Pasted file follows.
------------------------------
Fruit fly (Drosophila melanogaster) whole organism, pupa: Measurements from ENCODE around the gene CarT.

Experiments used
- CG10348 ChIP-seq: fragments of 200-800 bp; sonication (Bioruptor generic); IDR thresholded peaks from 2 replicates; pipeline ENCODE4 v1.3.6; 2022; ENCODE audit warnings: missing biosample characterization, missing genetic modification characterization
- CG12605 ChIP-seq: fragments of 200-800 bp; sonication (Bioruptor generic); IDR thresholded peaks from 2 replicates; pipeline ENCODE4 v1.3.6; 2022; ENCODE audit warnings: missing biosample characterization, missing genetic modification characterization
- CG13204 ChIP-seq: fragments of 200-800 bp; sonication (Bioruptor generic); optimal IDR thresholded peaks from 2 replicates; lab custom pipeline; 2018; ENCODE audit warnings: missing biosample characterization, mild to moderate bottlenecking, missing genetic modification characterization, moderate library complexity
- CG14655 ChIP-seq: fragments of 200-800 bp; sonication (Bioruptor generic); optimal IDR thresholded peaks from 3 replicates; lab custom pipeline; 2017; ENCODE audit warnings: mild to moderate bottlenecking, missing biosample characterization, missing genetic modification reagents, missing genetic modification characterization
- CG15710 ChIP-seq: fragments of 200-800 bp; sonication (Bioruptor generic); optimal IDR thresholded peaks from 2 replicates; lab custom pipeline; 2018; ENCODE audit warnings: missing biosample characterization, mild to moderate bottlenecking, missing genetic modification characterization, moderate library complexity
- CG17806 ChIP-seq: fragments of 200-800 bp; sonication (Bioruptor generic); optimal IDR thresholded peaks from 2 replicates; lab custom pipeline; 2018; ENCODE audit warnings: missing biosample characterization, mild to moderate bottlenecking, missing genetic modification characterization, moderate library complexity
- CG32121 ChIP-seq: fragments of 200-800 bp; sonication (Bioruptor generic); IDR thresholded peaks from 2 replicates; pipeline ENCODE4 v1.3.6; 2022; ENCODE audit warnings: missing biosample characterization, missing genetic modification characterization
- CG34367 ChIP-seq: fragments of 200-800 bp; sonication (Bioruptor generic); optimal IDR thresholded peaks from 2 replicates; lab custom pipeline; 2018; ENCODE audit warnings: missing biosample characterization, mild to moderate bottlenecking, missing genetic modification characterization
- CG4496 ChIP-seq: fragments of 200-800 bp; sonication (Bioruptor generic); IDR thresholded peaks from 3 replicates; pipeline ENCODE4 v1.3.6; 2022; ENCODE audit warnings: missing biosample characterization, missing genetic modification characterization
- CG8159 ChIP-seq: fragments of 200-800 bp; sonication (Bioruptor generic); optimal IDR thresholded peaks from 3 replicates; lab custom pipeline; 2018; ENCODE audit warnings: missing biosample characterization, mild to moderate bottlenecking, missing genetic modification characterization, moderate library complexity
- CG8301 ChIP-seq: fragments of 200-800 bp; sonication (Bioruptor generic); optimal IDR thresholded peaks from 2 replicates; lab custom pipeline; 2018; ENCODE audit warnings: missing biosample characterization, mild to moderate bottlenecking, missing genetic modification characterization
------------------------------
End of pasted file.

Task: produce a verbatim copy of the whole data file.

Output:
Fruit fly (Drosophila melanogaster) whole organism, pupa: Measurements from ENCODE around the gene CarT.

Experiments used
- CG10348 ChIP-seq: fragments of 200-800 bp; sonication (Bioruptor generic); IDR thresholded peaks from 2 replicates; pipeline ENCODE4 v1.3.6; 2022; ENCODE audit warnings: missing biosample characterization, missing genetic modification characterization
- CG12605 ChIP-seq: fragments of 200-800 bp; sonication (Bioruptor generic); IDR thresholded peaks from 2 replicates; pipeline ENCODE4 v1.3.6; 2022; ENCODE audit warnings: missing biosample characterization, missing genetic modification characterization
- CG13204 ChIP-seq: fragments of 200-800 bp; sonication (Bioruptor generic); optimal IDR thresholded peaks from 2 replicates; lab custom pipeline; 2018; ENCODE audit warnings: missing biosample characterization, mild to moderate bottlenecking, missing genetic modification characterization, moderate library complexity
- CG14655 ChIP-seq: fragments of 200-800 bp; sonication (Bioruptor generic); optimal IDR thresholded peaks from 3 replicates; lab custom pipeline; 2017; ENCODE audit warnings: mild to moderate bottlenecking, missing biosample characterization, missing genetic modification reagents, missing genetic modification characterization
- CG15710 ChIP-seq: fragments of 200-800 bp; sonication (Bioruptor generic); optimal IDR thresholded peaks from 2 replicates; lab custom pipeline; 2018; ENCODE audit warnings: missing biosample characterization, mild to moderate bottlenecking, missing genetic modification characterization, moderate library complexity
- CG17806 ChIP-seq: fragments of 200-800 bp; sonication (Bioruptor generic); optimal IDR thresholded peaks from 2 replicates; lab custom pipeline; 2018; ENCODE audit warnings: missing biosample characterization, mild to moderate bottlenecking, missing genetic modification characterization, moderate library complexity
- CG32121 ChIP-seq: fragments of 200-800 bp; sonication (Bioruptor generic); IDR thresholded peaks from 2 replicates; pipeline ENCODE4 v1.3.6; 2022; ENCODE audit warnings: missing biosample characterization, missing genetic modification characterization
- CG34367 ChIP-seq: fragments of 200-800 bp; sonication (Bioruptor generic); optimal IDR thresholded peaks from 2 replicates; lab custom pipeline; 2018; ENCODE audit warnings: missing biosample characterization, mild to moderate bottlenecking, missing genetic modification characterization
- CG4496 ChIP-seq: fragments of 200-800 bp; sonication (Bioruptor generic); IDR thresholded peaks from 3 replicates; pipeline ENCODE4 v1.3.6; 2022; ENCODE audit warnings: missing biosample characterization, missing genetic modification characterization
- CG8159 ChIP-seq: fragments of 200-800 bp; sonication (Bioruptor generic); optimal IDR thresholded peaks from 3 replicates; lab custom pipeline; 2018; ENCODE audit warnings: missing biosample characterization, mild to moderate bottlenecking, missing genetic modification characterization, moderate library complexity
- CG8301 ChIP-seq: fragments of 200-800 bp; sonication (Bioruptor generic); optimal IDR thresholded peaks from 2 replicates; lab custom pipeline; 2018; ENCODE audit warnings: missing biosample characterization, mild to moderate bottlenecking, missing genetic modification characterization